The circumstances here are entirely different.   Unlike Simpson, State provided refinancing at the request of the debtor, F & D.   Unaware of Smith's interest, State paid off the senior encumbrances in order to secure State's new loan with a first trust deed.   In making such a loan in the course of its business, State obviously had sufficient interest to entitle it to subrogation to the rights of the senior encumbrances.   One who advances money at the request of the debtor to pay off an encumbrance with the understanding that the advance will be secured by a first trust deed “ ‘ “․ is not a mere volunteer.” ’ ”  (Katsivalis v. Serrano Reconveyance Co., supra, 70 Cal.App.3d at p. 210, 138 Cal.Rptr. 620;  73 Am.Jur.2d, supra, § 103, p. 663.)


In light of our resolution of the main issue, we need not consider the other issues raised on these appeals.3

 Finally, however, Smith contends that State's appeal is moot and should be dismissed.   It appears that during the pendency of this appeal, Smith instituted trustee sale proceedings and, in order to protect its own interests, State purchased Smith's interests at the trustee sales.   Smith contends that since now he no longer holds any trust deed interest in the properties, it would be idle to reverse the instant judgment in order to enter a new judgment declaring that State's trust deeds have priority over Smith's.   State denies that the appeal is moot, contending that, as a result of the trial court's erroneous judgment, Smith has been unjustly enriched because he was able to recoup all of his investment in the property.   State argues the appeal is not moot because “a reversal would restore the parties to their appropriate priority positions.   That is, Smith would be required to refund to State the monies he received at his foreclosure sales, State would set aside its foreclosure sales, and the parties would each receive the benefit of their respective bargain.”

Smith's argument assumes that State would have no further remedy against Smith even if the instant judgment were reversed and a new judgment giving priority to State were entered.   State claims to the contrary, that if the instant judgment were reversed State could institute other proceedings against Smith.   The burden is not on State at this juncture to prove the validity of this theory.   That should be determined by another court at such future time as State institutes other proceedings and has had the opportunity to plead or prove its theory of recovery.   Smith has not persuaded us that the appeal is moot.   The trial court's judgment declaring the priorities of the parties' trust deeds is erroneous, and State is entitled to reversal of the judgment.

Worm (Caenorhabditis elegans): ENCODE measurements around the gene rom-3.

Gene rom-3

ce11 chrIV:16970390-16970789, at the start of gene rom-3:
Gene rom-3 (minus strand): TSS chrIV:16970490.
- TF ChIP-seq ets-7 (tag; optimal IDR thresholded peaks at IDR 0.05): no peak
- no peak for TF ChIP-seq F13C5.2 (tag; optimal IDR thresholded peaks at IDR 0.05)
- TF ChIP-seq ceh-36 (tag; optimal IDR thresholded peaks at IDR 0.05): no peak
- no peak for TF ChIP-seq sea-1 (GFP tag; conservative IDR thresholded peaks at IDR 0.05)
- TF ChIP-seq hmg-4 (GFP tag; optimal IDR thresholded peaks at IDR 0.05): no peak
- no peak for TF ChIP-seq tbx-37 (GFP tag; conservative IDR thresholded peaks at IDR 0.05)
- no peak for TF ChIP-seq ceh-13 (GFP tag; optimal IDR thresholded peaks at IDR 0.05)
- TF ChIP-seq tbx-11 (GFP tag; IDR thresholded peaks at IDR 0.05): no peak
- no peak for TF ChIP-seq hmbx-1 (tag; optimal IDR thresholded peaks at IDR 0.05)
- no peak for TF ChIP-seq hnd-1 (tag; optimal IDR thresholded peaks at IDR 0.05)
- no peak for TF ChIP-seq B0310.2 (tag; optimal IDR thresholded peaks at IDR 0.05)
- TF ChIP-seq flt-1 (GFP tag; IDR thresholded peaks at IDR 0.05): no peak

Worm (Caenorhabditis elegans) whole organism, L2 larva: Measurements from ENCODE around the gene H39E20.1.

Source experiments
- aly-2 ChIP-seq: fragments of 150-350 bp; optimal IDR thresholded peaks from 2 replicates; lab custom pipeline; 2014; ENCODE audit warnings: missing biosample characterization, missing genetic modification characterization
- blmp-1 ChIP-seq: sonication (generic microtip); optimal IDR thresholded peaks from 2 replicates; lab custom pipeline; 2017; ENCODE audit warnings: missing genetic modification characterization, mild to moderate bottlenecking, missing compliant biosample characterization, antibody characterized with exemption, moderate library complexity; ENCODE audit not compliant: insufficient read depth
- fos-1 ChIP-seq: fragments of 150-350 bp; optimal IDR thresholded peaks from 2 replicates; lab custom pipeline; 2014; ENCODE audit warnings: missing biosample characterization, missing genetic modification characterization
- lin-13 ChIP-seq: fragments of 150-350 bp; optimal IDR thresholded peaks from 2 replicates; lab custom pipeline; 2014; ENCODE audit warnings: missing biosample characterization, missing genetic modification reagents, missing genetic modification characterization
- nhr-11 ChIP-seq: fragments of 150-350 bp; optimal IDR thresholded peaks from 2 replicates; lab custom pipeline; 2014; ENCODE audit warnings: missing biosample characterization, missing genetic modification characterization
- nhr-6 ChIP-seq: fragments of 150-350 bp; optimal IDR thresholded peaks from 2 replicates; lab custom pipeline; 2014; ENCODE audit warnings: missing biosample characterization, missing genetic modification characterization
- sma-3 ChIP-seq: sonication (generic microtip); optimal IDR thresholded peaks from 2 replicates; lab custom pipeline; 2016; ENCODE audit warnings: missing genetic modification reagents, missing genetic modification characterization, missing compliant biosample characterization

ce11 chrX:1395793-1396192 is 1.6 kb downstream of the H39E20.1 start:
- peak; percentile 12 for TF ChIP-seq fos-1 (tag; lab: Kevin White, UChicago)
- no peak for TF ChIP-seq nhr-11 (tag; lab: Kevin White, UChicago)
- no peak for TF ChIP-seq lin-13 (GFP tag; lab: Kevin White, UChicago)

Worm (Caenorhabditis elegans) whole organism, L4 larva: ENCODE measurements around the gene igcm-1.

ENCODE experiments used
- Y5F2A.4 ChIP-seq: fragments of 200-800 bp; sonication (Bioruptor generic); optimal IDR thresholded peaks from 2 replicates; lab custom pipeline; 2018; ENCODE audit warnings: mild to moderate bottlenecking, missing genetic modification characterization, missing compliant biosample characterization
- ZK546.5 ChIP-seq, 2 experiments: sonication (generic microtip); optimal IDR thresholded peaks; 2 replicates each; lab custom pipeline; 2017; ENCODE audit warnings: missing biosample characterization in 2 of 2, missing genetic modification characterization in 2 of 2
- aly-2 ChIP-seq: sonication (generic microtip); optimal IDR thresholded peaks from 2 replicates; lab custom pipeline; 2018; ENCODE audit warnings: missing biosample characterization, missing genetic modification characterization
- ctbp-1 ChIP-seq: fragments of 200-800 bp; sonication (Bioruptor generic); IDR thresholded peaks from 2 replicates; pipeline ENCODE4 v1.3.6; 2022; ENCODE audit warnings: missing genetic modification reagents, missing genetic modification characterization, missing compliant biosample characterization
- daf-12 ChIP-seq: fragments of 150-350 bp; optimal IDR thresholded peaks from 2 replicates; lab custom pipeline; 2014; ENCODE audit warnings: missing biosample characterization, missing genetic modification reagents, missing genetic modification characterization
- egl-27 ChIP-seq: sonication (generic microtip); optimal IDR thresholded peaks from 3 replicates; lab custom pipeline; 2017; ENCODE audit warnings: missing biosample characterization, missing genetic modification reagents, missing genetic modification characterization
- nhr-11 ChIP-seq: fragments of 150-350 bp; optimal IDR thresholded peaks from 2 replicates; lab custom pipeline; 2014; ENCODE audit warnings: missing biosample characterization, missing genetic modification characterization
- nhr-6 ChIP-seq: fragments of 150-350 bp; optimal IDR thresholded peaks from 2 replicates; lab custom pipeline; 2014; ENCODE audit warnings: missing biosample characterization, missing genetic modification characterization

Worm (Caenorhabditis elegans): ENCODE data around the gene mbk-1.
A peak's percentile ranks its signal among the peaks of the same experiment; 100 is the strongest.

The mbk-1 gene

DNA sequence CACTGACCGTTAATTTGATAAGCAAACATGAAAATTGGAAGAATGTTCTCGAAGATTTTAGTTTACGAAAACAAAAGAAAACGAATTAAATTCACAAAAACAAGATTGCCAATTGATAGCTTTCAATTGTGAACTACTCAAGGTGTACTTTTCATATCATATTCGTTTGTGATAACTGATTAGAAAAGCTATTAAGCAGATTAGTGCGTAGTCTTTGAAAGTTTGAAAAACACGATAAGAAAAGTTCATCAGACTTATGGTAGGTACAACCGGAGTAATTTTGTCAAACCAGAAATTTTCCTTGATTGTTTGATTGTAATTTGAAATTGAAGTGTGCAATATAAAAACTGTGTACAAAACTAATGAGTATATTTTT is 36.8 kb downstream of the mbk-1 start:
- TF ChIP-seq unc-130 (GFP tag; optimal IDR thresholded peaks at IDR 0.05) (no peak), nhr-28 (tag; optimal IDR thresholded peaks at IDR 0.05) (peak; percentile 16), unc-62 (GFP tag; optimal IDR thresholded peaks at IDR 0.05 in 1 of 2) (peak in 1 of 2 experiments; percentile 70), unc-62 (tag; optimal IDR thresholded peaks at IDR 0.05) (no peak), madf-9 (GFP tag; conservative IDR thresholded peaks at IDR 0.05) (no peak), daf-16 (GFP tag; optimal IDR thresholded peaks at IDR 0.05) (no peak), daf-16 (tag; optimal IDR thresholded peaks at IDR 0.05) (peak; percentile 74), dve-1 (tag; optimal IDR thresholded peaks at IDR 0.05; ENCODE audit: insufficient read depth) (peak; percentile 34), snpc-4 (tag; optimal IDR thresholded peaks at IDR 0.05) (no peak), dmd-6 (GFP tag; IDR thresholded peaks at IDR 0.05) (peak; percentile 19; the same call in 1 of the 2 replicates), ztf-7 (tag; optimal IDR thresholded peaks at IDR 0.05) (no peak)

The judgment is reversed.   Smith's appeal from the order denying attorney's fees is dismissed.   State to recover costs on both appeals.


1.   Smith has also appealed from an order determining that he is not entitled to an award of his attorney's fees.

2.   Smith cites Radunich v. Basso (1965) 235 Cal.App.2d 826, 834, 45 Cal.Rptr. 824;  Miller v. Citizens Sav. & Loan Assn. (1967) 248 Cal.App.2d 655, 56 Cal.Rptr. 844;  Middlebrook-Anderson Co. v. Southwest Sav. & Loan Assn. (1971) 18 Cal.App.3d 1023, 96 Cal.Rptr. 338;  Gluskin v. Atlantic Savings & Loan Assn. (1973) 32 Cal.App.3d 307, 314, 108 Cal.Rptr. 318;  and Ruth v. Lytton Sav. & Loan Assn. (1968) 266 Cal.App.2d 831, 841, 72 Cal.Rptr. 521.

3.   Since we conclude Smith should not have prevailed against State's claim of equitable subrogation, we need not consider his cross-appeal in which he contends he should have been awarded attorney's fees on a theory analogous to Saucedo v. Mercury Sav. & Loan Assn. (1980) 111 Cal.App.3d 309, 315, 168 Cal.Rptr. 552.Since we conclude the trial court's statement of decision does not support the judgment, we need not consider State's alternative contentions of alleged procedural errors leading to the adoption of the statement of decision.

ASHBY, Acting Presiding Justice.

HASTINGS, and EAGLESON, JJ., concur.